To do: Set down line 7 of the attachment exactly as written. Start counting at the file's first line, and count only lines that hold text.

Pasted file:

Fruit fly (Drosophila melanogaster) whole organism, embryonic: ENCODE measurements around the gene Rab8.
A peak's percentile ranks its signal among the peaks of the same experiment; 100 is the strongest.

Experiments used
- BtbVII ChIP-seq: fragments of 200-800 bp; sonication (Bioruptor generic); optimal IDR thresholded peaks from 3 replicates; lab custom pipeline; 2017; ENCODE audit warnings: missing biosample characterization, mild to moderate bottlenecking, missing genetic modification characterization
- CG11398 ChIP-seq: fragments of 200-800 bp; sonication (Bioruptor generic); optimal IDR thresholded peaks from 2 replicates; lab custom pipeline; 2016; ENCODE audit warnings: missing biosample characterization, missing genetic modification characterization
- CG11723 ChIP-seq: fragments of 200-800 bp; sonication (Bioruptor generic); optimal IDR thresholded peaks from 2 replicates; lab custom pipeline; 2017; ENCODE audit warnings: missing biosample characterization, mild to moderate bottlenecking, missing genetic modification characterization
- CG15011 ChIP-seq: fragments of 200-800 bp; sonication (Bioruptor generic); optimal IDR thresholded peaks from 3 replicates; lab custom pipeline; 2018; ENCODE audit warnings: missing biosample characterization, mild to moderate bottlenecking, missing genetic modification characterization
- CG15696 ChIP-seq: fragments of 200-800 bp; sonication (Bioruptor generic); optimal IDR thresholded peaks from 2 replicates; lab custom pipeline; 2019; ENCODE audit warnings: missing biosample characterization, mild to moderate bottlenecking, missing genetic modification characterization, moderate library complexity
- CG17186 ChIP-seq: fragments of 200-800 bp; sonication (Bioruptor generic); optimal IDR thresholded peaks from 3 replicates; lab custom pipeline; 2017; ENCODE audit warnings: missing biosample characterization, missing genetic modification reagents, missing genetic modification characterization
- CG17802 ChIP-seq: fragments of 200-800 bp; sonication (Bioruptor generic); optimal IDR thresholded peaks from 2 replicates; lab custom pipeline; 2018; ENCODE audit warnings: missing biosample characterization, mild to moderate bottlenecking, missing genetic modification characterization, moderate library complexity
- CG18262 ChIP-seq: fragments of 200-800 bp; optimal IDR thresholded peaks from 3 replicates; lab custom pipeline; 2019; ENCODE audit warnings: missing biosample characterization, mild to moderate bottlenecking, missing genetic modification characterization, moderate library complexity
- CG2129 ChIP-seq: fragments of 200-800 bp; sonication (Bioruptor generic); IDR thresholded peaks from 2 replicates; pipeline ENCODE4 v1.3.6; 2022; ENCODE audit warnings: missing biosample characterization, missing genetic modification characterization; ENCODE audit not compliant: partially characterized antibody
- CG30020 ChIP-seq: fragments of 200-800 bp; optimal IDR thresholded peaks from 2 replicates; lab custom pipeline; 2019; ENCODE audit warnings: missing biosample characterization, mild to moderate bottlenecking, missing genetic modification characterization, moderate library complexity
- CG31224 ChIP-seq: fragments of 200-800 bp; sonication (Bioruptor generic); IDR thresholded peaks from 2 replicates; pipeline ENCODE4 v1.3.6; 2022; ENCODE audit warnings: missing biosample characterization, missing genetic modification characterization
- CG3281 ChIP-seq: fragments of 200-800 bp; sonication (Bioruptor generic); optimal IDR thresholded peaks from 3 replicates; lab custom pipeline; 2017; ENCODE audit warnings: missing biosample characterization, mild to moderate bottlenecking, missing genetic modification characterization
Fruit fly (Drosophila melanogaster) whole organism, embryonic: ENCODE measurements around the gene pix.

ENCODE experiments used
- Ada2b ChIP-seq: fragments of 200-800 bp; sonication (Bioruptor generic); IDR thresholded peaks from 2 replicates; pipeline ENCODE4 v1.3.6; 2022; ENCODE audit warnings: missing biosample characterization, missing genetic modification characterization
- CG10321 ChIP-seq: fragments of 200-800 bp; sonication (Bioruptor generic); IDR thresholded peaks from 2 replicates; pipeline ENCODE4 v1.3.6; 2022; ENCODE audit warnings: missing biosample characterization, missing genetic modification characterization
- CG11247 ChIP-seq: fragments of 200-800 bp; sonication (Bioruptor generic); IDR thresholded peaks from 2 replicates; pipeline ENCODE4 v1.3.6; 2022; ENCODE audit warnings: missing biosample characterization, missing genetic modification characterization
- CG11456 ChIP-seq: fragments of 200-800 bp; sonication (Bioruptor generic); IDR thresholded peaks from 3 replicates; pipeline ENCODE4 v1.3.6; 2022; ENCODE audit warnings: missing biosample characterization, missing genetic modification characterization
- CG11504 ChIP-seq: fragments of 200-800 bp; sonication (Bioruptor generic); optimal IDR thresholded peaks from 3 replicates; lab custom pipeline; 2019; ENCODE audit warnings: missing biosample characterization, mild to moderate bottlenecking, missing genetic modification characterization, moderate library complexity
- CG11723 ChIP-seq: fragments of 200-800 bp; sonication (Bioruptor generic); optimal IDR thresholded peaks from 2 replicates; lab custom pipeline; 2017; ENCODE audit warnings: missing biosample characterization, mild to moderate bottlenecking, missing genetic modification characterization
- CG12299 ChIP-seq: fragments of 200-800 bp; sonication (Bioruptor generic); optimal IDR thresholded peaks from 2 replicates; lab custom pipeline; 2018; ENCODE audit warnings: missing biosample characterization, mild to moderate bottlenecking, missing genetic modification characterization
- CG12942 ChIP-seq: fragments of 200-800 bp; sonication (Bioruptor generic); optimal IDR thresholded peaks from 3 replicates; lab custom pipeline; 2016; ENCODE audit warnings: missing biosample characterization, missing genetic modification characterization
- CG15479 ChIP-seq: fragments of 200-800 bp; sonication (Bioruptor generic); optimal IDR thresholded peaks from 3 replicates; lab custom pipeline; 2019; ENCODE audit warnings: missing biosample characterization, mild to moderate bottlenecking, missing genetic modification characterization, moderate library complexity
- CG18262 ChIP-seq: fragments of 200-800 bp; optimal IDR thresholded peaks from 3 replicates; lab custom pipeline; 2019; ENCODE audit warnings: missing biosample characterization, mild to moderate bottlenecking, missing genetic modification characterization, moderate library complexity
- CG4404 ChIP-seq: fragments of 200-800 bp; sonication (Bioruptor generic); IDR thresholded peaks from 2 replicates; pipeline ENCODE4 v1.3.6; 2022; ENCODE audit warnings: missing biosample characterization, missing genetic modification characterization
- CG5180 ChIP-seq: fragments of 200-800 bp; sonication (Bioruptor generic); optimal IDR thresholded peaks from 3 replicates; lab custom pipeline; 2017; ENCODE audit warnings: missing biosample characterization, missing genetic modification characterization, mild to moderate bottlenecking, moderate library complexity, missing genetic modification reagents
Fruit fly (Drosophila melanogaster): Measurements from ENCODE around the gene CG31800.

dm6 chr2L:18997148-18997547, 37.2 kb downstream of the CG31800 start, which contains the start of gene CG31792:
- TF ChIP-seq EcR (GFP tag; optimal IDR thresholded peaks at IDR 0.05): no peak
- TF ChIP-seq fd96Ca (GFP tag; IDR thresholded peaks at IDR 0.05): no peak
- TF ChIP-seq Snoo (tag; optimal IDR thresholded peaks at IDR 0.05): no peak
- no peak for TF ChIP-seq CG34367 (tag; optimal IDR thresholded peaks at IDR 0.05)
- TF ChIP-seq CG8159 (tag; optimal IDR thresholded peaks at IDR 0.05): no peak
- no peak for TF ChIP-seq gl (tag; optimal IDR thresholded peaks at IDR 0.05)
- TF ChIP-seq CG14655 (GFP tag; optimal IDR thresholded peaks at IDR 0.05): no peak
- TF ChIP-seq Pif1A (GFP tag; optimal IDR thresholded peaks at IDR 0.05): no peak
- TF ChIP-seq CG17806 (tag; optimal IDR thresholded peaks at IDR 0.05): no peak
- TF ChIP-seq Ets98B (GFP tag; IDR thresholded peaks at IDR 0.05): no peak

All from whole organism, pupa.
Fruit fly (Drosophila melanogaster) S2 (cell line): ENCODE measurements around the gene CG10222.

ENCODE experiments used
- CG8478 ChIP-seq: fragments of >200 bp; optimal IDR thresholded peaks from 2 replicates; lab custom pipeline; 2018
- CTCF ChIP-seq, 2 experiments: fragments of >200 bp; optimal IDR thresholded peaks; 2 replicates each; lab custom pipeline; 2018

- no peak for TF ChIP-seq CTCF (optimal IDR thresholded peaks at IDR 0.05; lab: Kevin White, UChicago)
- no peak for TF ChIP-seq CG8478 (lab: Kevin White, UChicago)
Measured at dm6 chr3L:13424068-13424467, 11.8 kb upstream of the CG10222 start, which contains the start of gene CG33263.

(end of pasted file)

- CG15011 ChIP-seq: fragments of 200-800 bp; sonication (Bioruptor generic); optimal IDR thresholded peaks from 3 replicates; lab custom pipeline; 2018; ENCODE audit warnings: missing biosample characterization, mild to moderate bottlenecking, missing genetic modification characterization